The rate of mortality varied with coral species. The fast-growing species such as AcroporaMontipora and Pocilloporahave severemortality, while massive and slow growing species of corals, like PoritesFavia and Favitesareresistant to the bleaching and escaped death.
“The local annual variation of coral cover and coral bleachingoccur during the late April, when sea surface temperature rises 2 to 3 degree, but they tend to recover within a period of three months when the normal temperature returns. In general, annual bleaching event does not cause mortality. The coral bleaching and severe mortality during 2010 and 2016 are due to global coral bleaching events” said Diraviya Raja, a member of the research team. (India Science Wire.)


Do we need the office of the Governor? (Polity,GS 2,UPSC,IAS Mains)

To understand why we don’t, it is important to understand its origins in the colonial regime
Among all the players who strutted and fretted across the stage during the recently concluded Karnataka elections, it is the Governor of the State, Vajubhai Vala, who emerged with least credit to his name. His decision to first invite the Bharatiya Janata Party (BJP) to take a stab at forming the government was perhaps a legitimate exercise of his constitutional discretion (albeit without any recorded reasons for ignoring the post-poll Congress-Janata Dal (Secular) alliance’s claims to having an absolute majority). However, the invitation was extended at 9 p.m., and the swearing in fixed for 9.30 a.m. the next day, ostensibly to ward off any judicial challenges, and present a fait accompli.

His decision to grant B.S. Yeddyurappa 15 days to prove his majority, when the latter himself asked for only a week, was troubling enough for the Supreme Court to intervene and order an immediate floor test. So was his appointment of BJP MLA K.G. Bopaiah as Pro Tem Speaker to conduct the floor test, when the latter had been castigated by the Supreme Court in 2011 for partisan conduct (although this time the Court chose not to intervene). Each of the Governor’s actions was taken in that uncertain grey area of “discretion” — partisan enough to skew the process in favour of the BJP, but not illegal enough to warrant judicial intervention.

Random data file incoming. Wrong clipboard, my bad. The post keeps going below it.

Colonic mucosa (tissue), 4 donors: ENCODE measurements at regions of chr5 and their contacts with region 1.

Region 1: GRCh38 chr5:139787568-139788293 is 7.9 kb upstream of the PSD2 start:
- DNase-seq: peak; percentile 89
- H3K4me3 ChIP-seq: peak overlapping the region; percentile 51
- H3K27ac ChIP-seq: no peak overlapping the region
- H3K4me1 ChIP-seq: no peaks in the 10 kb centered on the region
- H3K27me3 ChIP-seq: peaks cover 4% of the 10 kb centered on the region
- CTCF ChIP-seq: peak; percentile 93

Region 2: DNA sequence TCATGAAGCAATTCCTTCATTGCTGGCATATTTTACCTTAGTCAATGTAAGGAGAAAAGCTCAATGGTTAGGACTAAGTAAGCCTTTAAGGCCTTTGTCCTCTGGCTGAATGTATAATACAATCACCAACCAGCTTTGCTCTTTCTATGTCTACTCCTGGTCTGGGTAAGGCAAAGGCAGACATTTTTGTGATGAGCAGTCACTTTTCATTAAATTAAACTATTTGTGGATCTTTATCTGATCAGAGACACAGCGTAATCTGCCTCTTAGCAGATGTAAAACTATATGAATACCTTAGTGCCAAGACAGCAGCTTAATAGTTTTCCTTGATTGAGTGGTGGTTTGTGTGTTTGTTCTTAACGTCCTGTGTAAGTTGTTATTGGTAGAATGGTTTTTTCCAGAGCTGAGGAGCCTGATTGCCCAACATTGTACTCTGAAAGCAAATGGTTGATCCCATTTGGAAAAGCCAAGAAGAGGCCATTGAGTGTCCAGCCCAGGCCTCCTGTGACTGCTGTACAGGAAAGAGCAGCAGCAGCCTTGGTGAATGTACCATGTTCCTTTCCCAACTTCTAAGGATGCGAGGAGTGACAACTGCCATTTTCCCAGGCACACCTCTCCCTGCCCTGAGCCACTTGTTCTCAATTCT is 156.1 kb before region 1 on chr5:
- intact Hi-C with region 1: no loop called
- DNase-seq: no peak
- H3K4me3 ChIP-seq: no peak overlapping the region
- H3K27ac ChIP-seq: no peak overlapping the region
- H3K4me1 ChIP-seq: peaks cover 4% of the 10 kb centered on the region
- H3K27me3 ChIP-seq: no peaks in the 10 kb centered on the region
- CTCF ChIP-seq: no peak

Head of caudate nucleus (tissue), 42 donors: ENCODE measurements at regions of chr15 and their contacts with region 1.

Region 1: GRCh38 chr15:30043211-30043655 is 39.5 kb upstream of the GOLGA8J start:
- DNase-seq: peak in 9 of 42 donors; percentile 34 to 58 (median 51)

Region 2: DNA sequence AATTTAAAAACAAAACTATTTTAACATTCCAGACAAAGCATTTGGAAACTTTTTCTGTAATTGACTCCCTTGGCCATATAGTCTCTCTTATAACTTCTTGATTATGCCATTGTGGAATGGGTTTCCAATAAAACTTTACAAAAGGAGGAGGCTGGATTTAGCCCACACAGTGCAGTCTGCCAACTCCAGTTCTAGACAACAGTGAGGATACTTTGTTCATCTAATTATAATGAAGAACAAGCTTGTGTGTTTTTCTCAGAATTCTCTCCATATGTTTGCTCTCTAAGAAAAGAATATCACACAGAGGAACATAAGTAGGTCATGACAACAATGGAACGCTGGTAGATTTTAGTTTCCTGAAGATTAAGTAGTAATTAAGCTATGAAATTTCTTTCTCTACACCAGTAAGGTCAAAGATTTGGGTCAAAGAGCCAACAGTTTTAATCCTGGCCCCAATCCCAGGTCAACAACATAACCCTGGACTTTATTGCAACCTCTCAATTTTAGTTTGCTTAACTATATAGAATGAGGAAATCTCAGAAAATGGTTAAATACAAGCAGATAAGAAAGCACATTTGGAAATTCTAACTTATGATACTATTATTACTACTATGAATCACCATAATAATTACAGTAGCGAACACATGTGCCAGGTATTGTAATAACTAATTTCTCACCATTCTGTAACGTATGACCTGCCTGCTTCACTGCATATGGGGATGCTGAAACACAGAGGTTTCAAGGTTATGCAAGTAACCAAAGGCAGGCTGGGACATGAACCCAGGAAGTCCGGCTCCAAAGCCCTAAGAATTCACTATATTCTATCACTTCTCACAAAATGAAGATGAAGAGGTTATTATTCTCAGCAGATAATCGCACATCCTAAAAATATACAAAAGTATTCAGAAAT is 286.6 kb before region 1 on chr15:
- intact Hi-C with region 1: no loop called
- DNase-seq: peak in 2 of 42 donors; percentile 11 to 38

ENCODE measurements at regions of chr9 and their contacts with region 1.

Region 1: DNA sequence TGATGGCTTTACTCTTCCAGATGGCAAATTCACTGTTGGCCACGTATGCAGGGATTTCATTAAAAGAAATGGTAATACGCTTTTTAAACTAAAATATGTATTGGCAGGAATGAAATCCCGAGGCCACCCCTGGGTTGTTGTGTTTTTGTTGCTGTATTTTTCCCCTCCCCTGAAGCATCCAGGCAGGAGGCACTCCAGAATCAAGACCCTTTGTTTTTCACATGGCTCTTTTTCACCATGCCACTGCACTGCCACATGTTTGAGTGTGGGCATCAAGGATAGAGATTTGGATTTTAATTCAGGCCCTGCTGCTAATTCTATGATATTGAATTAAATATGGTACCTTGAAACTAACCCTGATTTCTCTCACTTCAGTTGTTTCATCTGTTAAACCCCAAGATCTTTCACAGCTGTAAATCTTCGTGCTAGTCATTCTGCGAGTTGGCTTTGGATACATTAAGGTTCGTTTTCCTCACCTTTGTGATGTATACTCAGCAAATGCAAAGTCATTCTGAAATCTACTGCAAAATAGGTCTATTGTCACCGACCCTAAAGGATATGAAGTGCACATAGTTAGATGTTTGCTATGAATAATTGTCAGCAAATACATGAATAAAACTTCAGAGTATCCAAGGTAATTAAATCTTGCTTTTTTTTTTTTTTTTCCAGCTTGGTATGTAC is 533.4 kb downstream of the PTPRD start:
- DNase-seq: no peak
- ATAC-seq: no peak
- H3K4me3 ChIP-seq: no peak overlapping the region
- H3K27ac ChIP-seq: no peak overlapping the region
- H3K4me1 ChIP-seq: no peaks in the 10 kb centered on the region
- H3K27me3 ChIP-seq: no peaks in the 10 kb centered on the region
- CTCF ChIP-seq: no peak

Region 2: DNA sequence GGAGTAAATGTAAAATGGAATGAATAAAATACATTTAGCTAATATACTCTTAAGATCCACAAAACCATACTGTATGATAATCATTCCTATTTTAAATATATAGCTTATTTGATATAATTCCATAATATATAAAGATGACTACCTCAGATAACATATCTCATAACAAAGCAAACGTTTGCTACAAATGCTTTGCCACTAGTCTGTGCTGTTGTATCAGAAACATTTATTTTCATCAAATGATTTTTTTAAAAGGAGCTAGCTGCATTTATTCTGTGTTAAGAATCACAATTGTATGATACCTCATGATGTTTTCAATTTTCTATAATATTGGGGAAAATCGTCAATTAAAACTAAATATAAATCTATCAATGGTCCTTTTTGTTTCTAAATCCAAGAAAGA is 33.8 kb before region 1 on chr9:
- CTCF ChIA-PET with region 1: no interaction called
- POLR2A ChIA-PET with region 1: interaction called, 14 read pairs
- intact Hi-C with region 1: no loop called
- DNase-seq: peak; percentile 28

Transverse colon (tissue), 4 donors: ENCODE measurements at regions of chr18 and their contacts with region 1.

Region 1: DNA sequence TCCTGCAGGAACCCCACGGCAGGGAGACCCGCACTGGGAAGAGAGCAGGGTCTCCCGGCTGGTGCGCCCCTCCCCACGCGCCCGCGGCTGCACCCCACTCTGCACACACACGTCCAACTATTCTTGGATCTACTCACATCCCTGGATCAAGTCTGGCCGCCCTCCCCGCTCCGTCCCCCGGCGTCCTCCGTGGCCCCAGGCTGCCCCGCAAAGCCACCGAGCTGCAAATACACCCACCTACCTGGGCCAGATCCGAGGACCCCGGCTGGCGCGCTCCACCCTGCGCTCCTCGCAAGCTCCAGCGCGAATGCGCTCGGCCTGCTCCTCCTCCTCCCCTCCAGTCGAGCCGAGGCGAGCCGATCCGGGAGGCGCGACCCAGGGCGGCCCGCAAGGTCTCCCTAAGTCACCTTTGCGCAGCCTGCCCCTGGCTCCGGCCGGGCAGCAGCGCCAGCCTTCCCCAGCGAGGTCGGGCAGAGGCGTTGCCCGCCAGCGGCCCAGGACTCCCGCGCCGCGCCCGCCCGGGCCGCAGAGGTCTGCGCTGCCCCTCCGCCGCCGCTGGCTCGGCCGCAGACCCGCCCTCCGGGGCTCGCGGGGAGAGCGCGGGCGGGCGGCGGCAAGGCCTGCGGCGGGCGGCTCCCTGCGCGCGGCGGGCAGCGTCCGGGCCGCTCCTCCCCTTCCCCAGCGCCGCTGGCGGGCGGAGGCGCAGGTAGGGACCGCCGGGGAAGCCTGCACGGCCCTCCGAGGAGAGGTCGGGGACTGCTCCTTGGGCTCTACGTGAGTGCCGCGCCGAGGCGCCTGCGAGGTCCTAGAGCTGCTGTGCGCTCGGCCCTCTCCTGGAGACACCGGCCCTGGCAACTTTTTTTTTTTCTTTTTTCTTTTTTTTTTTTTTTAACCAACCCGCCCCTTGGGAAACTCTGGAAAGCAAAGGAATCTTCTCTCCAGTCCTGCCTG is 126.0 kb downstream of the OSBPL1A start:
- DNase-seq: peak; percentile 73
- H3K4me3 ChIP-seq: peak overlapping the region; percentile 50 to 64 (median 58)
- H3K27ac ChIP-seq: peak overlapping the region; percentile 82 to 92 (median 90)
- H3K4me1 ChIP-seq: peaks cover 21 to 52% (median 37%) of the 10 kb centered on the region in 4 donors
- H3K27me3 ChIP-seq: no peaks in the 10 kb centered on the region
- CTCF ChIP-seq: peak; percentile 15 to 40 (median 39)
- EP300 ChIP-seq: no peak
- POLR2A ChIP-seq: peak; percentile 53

Short-term options

In the aftermath, some have called upon the Governor to resign; others have suggested that the post of the Governor be reserved for non-political appointees; and still others have urged the Supreme Court to lay down the law on how the Governor ought to act when an election yields a fractured verdict. All of these, however, are patchwork solutions that miss the point: the flaw lies not with the identity of the individual who occupies the post, but in the design of the Constitution itself. If we want to put an end to the continuous misuse of the Raj Bhavan for partisan political ends in a manner that threatens both federalism and democracy, we have to rethink the role of the Governor in the constitutional scheme.